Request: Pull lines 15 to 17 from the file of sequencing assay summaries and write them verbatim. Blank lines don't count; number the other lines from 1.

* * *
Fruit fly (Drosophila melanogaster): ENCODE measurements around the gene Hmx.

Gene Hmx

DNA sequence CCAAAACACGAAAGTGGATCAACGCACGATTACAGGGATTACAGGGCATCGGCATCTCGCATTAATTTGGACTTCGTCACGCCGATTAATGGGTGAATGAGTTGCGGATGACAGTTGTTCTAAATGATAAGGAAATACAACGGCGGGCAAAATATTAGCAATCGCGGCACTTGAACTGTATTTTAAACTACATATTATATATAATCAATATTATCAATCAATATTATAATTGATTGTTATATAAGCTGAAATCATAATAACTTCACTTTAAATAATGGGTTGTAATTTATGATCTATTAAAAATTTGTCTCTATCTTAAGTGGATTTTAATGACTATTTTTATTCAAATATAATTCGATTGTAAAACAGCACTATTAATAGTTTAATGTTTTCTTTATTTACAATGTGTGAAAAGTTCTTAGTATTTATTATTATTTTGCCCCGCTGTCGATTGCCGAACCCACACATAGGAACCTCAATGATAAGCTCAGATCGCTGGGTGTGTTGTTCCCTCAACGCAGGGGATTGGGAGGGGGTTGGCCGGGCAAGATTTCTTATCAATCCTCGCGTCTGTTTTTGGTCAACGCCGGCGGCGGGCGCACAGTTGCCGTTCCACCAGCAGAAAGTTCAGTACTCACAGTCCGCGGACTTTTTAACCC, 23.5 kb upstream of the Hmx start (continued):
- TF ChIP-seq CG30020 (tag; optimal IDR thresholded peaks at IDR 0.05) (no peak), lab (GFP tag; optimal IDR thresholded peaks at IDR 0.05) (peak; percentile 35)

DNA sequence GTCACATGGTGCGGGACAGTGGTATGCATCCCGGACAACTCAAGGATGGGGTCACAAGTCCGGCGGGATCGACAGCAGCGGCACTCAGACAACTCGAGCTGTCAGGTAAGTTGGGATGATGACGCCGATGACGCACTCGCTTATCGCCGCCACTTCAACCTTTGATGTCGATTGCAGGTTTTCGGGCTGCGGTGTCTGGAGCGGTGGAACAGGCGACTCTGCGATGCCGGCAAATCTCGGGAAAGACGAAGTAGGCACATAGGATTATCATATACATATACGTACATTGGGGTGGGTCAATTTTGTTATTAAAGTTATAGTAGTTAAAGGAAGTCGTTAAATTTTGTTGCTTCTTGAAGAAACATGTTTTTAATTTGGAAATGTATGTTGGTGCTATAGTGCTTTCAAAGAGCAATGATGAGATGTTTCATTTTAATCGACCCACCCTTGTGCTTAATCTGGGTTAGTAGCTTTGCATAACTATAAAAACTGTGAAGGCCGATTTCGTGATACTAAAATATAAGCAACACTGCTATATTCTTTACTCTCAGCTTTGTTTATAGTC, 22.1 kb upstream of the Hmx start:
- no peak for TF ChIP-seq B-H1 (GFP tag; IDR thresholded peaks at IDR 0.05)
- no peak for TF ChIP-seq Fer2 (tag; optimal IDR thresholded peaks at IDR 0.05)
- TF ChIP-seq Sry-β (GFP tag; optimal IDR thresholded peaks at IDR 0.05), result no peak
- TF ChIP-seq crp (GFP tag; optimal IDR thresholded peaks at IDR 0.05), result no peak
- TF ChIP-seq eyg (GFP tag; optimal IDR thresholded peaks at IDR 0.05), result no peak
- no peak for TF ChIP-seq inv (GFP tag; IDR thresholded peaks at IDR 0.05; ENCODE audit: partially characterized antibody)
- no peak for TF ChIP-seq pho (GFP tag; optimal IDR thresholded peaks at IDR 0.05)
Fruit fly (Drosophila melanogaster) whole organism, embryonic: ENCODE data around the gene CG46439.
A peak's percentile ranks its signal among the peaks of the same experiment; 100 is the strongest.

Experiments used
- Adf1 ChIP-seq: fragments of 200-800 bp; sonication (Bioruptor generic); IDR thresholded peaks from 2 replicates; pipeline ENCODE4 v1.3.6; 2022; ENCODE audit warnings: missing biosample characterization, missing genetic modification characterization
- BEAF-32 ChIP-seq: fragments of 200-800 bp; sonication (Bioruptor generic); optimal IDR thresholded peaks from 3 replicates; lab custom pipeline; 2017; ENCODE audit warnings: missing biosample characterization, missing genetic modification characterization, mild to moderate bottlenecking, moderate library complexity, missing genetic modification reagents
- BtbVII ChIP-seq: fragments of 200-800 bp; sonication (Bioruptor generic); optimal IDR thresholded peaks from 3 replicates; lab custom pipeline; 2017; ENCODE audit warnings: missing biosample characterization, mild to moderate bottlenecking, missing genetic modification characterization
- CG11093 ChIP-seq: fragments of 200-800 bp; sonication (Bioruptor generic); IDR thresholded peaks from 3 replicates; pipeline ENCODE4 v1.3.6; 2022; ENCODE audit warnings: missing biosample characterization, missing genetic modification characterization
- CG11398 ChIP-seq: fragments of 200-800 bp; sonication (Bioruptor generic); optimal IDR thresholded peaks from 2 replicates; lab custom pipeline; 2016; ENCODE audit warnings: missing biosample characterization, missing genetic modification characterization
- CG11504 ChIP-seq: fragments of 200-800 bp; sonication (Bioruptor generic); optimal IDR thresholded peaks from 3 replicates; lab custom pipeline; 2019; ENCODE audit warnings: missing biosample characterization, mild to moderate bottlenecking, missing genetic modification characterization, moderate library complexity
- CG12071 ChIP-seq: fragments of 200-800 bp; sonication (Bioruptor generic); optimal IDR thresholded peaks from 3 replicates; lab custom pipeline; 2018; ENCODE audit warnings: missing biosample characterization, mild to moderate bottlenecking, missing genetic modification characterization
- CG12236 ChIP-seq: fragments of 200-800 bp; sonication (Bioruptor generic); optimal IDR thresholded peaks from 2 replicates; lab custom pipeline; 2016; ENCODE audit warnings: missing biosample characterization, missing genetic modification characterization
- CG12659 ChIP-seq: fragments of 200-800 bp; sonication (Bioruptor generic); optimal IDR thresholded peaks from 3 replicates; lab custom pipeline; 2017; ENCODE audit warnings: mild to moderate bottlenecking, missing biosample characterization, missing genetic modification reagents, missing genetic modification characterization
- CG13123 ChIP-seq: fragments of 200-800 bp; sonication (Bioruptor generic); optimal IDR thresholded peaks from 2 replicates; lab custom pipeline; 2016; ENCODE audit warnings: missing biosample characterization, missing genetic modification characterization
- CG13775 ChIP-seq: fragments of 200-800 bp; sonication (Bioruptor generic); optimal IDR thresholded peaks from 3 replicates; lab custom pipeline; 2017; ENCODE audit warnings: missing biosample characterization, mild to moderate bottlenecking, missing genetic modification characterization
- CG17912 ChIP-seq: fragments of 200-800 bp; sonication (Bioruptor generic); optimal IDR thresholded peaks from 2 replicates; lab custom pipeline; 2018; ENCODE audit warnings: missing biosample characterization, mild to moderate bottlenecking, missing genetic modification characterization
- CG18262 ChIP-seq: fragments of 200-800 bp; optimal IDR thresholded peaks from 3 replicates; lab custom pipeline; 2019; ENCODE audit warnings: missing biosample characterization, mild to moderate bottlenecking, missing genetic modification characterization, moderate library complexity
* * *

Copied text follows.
Experiments used
- Adf1 ChIP-seq: fragments of 200-800 bp; sonication (Bioruptor generic); IDR thresholded peaks from 2 replicates; pipeline ENCODE4 v1.3.6; 2022; ENCODE audit warnings: missing biosample characterization, missing genetic modification characterization
- BEAF-32 ChIP-seq: fragments of 200-800 bp; sonication (Bioruptor generic); optimal IDR thresholded peaks from 3 replicates; lab custom pipeline; 2017; ENCODE audit warnings: missing biosample characterization, missing genetic modification characterization, mild to moderate bottlenecking, moderate library complexity, missing genetic modification reagents